What cranial nerves are in the anterior cranial fossa?
- Olfactory Nerve (CN I)
- Optic Nerve (CN II)
- Oculomotor Nerve (CN III)
- Trochlear Nerve (CN IV)
- Trigeminal Nerve (CN V)
- Abducens Nerve (CN VI)
- Facial Nerve (CN VII)
What passes through cranial fossa?
What is the function of a cranial fossa?
Anatomical terminology The anterior cranial fossa is a depression in the floor of the cranial base which houses the projecting frontal lobes of the brain.
What is an example of a fossa?
Fossa – A shallow depression in the bone surface. Here it may receive another articulating bone or act to support brain structures. Examples include trochlear fossa, posterior, middle, and anterior cranial fossa.
What nerve passes through the hypoglossal canal?
Function. The hypoglossal canal transmits the hypoglossal nerve from its point of entry near the medulla oblongata to its exit from the base of the skull near the jugular foramen.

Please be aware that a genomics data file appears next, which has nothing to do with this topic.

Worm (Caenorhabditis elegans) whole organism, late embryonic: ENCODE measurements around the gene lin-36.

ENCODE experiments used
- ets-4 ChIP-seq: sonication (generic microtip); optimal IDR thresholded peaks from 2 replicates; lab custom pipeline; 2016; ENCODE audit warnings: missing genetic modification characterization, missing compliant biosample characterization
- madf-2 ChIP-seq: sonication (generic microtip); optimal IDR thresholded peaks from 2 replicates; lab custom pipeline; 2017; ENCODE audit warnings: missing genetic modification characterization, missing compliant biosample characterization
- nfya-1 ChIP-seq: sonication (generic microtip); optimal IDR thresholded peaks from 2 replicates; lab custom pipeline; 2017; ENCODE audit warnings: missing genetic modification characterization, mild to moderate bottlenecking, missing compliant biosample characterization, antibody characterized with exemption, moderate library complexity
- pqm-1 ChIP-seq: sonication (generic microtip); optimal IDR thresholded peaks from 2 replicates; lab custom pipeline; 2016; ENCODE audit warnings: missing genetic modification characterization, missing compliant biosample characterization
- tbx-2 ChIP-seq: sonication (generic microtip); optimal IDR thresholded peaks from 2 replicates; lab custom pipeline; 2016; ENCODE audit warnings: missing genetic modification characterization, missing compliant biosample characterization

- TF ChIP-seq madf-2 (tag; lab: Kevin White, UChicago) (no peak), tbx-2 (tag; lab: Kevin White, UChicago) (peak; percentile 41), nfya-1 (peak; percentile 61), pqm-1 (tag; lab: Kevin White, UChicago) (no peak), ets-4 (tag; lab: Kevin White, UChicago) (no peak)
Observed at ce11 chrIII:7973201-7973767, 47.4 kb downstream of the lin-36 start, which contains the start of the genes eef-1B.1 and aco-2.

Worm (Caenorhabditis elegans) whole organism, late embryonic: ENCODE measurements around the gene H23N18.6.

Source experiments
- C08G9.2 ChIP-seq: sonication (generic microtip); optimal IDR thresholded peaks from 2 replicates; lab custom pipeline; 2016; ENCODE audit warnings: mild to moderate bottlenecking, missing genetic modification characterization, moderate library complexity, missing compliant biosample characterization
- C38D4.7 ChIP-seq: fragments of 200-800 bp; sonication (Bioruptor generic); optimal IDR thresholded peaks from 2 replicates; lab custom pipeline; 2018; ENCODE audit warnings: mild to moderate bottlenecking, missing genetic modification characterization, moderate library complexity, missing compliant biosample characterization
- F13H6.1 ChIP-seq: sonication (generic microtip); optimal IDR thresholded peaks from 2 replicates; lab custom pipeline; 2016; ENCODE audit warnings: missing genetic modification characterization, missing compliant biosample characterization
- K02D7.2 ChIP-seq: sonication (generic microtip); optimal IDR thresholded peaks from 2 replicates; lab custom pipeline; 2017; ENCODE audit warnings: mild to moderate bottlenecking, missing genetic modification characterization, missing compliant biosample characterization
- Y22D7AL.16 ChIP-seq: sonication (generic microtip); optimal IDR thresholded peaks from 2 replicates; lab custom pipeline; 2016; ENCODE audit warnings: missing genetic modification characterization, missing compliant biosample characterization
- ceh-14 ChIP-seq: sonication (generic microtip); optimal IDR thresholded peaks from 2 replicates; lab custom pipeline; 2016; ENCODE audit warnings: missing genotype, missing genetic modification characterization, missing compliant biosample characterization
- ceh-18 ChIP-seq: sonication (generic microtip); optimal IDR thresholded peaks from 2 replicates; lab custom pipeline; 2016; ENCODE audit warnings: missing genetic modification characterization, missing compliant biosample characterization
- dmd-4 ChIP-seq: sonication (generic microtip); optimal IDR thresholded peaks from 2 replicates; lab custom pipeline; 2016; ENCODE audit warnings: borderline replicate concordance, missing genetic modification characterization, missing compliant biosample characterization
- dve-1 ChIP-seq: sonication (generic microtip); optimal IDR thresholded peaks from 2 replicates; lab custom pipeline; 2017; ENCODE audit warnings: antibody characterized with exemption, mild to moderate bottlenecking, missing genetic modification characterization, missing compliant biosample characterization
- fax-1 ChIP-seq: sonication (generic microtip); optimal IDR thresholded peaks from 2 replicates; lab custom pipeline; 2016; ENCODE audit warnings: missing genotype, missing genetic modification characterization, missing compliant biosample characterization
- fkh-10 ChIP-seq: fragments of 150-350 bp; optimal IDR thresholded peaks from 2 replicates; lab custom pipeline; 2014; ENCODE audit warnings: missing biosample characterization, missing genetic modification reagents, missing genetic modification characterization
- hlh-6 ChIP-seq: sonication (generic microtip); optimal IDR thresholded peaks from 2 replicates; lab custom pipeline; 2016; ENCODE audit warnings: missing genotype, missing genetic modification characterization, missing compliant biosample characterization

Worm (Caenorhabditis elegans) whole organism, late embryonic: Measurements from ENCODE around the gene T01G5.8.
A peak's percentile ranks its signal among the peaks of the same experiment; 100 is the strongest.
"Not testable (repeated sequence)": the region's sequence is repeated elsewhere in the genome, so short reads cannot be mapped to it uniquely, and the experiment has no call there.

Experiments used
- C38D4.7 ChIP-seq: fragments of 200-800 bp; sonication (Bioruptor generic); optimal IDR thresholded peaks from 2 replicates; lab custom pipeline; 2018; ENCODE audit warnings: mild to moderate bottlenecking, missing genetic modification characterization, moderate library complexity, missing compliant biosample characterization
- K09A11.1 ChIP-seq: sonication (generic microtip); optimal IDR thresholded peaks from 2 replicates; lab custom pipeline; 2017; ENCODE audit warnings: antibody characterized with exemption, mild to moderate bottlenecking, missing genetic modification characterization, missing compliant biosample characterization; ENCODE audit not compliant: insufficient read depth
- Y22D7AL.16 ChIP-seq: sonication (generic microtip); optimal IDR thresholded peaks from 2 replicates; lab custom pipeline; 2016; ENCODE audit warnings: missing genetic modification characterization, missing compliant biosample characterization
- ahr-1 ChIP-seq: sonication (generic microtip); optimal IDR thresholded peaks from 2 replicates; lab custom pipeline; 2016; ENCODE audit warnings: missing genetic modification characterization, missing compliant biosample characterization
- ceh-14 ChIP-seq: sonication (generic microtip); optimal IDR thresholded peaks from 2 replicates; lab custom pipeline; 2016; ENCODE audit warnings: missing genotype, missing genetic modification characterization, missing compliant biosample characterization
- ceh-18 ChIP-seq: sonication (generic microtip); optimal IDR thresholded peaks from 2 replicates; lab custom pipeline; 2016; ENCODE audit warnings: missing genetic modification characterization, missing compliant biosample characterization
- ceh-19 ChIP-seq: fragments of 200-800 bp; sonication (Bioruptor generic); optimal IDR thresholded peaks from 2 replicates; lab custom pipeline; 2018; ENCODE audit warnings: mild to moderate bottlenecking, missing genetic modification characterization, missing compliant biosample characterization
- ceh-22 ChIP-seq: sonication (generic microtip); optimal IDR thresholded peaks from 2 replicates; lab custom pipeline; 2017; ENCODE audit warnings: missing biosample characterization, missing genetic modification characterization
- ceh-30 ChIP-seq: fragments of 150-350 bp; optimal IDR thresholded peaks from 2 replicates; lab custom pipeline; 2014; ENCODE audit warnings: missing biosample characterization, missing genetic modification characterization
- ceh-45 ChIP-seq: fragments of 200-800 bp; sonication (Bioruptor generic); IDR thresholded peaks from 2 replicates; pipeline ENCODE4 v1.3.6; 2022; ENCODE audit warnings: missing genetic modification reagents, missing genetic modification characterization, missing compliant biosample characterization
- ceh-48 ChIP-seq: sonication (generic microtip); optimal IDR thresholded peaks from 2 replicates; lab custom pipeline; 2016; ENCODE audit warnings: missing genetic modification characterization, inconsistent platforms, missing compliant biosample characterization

What nerves are in the posterior fossa?
Some authors describe innervation of the posterior fossa dura by the facial and glossopharyngeal nerves,36 as well as from the hypoglossal and vagus nerves. The branch from the vagus starts from the superior ganglion, follows the posterior meningeal artery, and supplies the posterior fossa dura.
What is in each cranial fossa?
The anterior cranial fossa is the most anterior and the shallowest of the three cranial fossae. It overlies the orbits and contains the frontal lobes of the brain. Anteriorly, the anterior fossa is bounded by the frontal bone, which also forms the majority of the floor for this space.
What is the third nerve?
The oculomotor nerve is the third cranial nerve (CN III). It allows movement of the eye muscles, constriction of the pupil, focusing the eyes and the position of the upper eyelid. Cranial nerve III works with other cranial nerves to control eye movements and support sensory functioning.